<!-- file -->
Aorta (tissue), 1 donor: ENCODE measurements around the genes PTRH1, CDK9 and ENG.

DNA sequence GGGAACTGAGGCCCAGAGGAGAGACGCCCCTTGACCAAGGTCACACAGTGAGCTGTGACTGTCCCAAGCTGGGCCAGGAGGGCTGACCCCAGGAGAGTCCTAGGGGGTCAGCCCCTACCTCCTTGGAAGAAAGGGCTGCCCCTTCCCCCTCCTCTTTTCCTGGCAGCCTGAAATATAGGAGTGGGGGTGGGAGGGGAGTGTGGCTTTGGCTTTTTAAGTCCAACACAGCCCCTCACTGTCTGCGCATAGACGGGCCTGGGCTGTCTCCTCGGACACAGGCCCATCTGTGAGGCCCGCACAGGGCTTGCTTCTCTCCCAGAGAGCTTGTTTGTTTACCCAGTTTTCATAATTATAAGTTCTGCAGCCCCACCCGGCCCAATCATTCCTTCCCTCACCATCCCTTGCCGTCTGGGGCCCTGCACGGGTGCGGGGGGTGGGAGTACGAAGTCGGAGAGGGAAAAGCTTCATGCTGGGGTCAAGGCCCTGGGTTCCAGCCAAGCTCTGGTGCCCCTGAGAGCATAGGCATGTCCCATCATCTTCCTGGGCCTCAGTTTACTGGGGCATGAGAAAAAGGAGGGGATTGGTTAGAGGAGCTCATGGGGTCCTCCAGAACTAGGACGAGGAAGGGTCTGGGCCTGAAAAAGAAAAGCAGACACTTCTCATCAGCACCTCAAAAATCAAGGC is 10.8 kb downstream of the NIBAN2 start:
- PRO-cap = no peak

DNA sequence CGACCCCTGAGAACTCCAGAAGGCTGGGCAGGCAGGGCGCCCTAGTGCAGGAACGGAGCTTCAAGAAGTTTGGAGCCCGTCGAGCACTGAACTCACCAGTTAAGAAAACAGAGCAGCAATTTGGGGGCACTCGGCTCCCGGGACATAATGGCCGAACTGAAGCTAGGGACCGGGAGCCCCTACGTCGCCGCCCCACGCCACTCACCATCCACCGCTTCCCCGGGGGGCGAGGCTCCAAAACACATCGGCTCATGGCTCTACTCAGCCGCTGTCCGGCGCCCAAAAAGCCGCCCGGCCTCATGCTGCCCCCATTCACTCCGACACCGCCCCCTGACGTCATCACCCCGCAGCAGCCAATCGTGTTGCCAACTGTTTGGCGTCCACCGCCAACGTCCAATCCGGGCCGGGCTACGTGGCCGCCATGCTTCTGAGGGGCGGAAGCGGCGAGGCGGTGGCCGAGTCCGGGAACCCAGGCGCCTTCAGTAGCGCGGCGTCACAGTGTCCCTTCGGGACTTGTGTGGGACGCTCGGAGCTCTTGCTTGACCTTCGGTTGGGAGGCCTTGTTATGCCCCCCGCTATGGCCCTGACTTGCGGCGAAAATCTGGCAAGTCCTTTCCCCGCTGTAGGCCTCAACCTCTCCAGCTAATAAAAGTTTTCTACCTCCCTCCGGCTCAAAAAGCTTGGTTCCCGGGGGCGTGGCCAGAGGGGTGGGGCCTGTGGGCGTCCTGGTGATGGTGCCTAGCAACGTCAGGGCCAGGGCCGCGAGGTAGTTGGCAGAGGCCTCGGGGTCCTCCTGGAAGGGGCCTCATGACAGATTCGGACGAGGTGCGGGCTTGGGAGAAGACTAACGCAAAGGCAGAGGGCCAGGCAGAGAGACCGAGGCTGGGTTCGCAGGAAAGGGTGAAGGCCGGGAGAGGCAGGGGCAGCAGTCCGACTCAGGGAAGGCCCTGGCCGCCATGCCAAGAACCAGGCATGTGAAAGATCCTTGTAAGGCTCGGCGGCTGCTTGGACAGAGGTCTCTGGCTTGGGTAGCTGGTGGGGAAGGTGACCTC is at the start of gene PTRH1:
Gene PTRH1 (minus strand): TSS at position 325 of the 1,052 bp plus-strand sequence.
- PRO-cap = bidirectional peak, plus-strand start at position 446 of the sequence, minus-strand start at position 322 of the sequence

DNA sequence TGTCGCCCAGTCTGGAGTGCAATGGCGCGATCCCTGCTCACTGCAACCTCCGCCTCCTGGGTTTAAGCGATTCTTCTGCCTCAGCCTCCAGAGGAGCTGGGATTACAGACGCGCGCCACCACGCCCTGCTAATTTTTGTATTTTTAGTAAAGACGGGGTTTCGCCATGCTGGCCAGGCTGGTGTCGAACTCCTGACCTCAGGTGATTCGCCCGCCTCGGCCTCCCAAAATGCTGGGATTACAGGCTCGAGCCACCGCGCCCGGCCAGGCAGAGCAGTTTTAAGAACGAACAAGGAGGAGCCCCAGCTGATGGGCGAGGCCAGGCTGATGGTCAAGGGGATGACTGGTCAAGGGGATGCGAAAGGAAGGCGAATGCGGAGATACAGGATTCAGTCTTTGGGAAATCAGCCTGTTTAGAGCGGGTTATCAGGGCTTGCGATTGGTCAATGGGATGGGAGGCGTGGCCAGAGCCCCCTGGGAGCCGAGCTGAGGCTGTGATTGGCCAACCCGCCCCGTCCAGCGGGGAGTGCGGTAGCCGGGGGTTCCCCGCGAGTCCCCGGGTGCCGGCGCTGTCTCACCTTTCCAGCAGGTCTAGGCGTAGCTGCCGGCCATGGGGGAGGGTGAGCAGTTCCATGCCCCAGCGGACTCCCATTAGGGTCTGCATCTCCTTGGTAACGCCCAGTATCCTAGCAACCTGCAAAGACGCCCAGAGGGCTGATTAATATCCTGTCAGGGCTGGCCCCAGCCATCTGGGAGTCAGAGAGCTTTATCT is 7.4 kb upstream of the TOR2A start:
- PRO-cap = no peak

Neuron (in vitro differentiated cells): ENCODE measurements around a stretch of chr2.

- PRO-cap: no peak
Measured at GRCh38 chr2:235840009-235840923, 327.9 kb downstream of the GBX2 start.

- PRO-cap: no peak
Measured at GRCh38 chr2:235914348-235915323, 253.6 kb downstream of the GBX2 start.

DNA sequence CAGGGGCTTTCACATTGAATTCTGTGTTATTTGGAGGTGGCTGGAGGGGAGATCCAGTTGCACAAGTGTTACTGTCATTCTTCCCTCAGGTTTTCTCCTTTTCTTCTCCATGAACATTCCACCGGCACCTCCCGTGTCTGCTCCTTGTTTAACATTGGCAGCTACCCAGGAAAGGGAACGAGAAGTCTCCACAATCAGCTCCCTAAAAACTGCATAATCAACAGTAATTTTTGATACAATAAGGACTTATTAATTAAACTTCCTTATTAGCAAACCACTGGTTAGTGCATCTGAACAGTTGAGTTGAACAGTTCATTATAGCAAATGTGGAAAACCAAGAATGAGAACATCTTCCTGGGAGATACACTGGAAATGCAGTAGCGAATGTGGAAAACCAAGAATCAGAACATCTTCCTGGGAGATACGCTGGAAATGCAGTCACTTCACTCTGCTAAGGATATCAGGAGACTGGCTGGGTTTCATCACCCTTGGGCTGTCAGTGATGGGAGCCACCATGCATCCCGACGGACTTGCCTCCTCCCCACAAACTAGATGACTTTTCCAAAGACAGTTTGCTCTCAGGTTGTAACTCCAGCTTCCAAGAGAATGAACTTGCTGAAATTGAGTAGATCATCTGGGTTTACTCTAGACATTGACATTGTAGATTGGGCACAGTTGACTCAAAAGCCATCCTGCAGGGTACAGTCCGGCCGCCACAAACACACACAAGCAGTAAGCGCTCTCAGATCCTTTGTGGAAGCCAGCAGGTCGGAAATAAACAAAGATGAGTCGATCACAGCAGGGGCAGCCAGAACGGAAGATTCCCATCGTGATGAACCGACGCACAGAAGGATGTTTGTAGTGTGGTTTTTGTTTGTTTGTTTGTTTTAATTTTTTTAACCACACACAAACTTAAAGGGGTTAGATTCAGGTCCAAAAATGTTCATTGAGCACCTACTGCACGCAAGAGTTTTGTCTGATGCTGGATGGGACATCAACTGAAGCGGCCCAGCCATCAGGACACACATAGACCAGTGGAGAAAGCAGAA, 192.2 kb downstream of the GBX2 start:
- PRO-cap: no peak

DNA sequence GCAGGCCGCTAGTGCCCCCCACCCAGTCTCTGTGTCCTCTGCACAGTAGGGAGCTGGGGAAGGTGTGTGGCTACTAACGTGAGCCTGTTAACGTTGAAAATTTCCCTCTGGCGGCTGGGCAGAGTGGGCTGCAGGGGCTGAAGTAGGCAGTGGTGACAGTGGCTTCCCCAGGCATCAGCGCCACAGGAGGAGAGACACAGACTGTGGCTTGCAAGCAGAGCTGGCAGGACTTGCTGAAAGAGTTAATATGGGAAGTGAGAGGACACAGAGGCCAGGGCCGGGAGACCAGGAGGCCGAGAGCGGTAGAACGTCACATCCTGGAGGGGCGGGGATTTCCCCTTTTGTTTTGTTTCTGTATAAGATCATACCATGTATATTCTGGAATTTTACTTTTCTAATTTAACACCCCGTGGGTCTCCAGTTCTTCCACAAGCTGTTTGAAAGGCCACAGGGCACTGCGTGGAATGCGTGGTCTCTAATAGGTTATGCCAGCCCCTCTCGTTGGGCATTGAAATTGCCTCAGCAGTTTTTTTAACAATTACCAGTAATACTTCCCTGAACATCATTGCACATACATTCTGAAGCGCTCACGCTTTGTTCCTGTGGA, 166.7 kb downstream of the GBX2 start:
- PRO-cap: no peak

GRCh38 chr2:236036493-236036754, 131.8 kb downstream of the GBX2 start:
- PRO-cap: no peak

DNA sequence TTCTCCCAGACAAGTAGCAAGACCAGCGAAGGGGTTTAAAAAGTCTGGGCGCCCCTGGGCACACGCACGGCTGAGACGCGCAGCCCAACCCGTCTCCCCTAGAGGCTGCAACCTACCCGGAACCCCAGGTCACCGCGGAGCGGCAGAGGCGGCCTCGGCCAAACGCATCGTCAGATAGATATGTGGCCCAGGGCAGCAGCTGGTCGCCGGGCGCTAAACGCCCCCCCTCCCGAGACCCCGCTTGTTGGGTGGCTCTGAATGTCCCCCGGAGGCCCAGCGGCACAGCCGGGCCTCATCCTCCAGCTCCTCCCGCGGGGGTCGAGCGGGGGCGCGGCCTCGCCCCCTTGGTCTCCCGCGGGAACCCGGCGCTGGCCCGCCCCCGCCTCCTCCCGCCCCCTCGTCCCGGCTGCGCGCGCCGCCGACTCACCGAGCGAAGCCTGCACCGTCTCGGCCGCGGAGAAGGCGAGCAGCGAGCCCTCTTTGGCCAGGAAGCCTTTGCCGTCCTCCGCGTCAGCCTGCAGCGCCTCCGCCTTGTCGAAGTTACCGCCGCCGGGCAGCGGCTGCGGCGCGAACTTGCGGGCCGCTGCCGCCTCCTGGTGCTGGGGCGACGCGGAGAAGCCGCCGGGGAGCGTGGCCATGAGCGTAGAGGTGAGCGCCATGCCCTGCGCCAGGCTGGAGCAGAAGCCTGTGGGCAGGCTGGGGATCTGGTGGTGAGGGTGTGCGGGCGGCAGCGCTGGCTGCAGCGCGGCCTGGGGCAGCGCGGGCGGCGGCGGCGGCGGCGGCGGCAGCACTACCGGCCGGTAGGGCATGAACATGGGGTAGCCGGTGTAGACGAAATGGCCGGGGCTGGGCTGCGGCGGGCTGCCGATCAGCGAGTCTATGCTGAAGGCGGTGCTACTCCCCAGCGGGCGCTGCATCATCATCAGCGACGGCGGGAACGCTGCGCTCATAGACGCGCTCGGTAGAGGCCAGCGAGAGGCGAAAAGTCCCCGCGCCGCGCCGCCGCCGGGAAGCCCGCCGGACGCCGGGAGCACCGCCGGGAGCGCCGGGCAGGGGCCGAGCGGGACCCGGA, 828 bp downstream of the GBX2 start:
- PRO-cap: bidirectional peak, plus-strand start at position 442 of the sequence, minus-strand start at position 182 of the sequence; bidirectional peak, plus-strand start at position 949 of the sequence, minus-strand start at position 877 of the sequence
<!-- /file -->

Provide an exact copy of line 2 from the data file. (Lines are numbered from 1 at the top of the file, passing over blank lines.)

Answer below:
DNA sequence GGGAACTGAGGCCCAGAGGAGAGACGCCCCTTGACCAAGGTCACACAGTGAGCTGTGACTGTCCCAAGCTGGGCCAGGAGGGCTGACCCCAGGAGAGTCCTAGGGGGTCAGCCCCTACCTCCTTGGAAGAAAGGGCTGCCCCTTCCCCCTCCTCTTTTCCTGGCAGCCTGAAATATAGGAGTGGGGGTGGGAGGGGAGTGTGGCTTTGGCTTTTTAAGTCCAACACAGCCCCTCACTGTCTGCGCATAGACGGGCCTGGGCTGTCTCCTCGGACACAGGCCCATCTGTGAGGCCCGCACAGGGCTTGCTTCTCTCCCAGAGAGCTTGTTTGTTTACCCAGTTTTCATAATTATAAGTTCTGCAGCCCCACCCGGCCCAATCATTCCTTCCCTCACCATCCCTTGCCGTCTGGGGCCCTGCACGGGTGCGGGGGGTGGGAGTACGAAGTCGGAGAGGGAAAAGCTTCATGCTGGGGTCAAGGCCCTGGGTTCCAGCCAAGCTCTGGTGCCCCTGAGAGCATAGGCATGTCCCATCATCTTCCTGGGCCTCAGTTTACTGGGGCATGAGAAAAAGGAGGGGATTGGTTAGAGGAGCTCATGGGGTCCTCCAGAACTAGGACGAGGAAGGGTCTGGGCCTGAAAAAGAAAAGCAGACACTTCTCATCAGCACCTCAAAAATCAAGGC is 10.8 kb downstream of the NIBAN2 start: